By Sanchia Berg
Files just released at the National Archives reveal some of the secrets of Britain's wartime Special Operations Executive (SOE).
The head of SOE urged Winston Churchill to keep the secret agency
The papers released include letters written by Winston Churchill in 1945, on the future of SOE. This top secret agency, set up in 1940 to "set Europe ablaze", specialised in undercover and covert operations.
Sabotage and subversion was their brief. They had considerable success: disrupting German operations in France, assassinating Himmler's deputy in Czechoslovakia and thwarting the German atomic programme by blowing up the heavy water plant in Norway.
As the war drew to a close, there were around 2,000 surviving agents, with a vast network of contacts.
The files show that the head of SOE, Lord Selborne, grew increasingly concerned about their future. He argued the agency could have a valuable role in peacetime, supporting British interests in a covert, "unacknowledgable way".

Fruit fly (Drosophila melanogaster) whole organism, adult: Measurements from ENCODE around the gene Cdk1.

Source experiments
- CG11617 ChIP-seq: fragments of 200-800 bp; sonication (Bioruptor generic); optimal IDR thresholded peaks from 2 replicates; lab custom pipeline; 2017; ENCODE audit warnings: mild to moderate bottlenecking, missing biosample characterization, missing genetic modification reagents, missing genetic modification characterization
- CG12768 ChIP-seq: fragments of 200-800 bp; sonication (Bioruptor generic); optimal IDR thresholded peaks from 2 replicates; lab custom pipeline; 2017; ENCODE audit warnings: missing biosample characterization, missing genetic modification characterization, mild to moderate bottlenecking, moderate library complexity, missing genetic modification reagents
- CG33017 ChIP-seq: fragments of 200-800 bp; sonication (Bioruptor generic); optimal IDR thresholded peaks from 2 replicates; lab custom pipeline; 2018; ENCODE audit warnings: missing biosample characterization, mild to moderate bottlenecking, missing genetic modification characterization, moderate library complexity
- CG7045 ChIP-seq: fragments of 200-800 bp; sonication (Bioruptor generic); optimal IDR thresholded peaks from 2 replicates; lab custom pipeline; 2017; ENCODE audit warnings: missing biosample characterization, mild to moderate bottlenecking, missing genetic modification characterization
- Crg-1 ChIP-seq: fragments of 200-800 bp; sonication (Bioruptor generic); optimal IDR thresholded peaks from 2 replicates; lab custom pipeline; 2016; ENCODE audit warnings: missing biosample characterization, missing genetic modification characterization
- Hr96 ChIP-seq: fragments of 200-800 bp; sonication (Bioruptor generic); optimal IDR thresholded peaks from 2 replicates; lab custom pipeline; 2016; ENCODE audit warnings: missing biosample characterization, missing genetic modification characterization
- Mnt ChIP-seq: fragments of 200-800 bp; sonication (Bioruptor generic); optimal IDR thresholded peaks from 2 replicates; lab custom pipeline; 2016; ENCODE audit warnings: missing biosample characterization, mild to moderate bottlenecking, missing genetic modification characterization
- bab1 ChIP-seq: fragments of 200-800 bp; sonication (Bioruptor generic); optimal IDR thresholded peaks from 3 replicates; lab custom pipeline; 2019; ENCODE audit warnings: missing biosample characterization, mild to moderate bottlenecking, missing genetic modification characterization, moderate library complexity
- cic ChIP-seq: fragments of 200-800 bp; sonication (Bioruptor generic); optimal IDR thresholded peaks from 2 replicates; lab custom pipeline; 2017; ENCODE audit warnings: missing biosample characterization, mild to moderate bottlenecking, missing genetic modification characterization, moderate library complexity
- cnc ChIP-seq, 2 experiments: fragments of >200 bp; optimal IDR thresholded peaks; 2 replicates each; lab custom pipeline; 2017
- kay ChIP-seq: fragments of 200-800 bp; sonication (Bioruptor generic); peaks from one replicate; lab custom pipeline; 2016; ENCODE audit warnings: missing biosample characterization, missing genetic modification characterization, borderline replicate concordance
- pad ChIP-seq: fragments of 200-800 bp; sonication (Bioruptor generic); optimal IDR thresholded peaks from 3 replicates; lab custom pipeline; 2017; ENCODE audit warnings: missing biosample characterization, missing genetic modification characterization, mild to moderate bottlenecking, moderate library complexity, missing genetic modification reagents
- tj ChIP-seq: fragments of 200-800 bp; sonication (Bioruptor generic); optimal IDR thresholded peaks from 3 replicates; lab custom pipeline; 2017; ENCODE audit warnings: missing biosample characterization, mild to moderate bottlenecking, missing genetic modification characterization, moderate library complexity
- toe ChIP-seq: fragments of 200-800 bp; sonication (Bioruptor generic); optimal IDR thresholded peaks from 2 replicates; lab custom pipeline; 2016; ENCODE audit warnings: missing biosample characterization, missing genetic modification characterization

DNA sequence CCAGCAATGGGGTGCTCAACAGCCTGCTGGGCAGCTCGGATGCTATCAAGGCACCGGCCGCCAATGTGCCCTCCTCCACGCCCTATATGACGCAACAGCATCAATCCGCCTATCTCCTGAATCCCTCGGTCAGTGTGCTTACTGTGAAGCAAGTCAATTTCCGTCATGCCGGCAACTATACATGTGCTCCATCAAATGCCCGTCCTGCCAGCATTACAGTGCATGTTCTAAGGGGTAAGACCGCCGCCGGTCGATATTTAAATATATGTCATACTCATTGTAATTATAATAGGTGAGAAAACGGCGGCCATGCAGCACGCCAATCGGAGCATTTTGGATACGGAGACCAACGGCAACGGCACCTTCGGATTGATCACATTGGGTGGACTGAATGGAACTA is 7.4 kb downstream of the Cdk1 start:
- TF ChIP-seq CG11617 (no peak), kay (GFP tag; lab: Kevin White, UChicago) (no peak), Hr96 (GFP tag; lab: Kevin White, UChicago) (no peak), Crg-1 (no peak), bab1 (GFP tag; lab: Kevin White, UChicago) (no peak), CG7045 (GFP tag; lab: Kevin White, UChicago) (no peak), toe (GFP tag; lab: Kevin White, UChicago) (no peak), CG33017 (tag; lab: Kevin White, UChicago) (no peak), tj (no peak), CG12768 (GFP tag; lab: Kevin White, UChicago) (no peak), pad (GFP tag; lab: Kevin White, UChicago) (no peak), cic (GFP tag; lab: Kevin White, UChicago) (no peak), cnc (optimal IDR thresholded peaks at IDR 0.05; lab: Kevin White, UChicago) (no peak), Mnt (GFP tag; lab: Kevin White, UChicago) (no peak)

The Russian menace
To allow SOE to be "stifled", he wrote, would be "madness". He was concerned about what he called "the Russian menace" and "the smouldering volcanoes of the Middle East".
He set out a plan for SOE's future - to become an independent body, possibly reporting to the Ministry of Defence. It could be a blueprint for James Bond.
There would be a centre for underground warfare, training agents in "all forms of clandestine activity" including covert propaganda, rumours, influencing public persons and minorities and sabotage.
The agents would give "covert support" to foreign governments if they were supportive of Britain. If not, they could "create and foster clandestine opposition". They could even undertake secret financial transactions if required by HM Treasury.
The foreign secretary of the time, Anthony Eden, wrote there was "useful scope for a covert organisation to further the policy of HM Government" in peacetime - but he wanted to control it himself.
After all, he wrote, he was already the minister responsible for MI6 and MI5. Lord Selborne strongly opposed this. To have SOE run by the Foreign Office would, he wrote in May 1945, be like "inviting an abbess to supervise a brothel".
Churchill himself, a great supporter of SOE, did not resolve the row. A brief note says simply "Someone else should settle this". Elsewhere - there is a scribble even more brief, simply saying "after the election".
He lost that election of course, and his successor Clement Attlee closed SOE down in January 1946.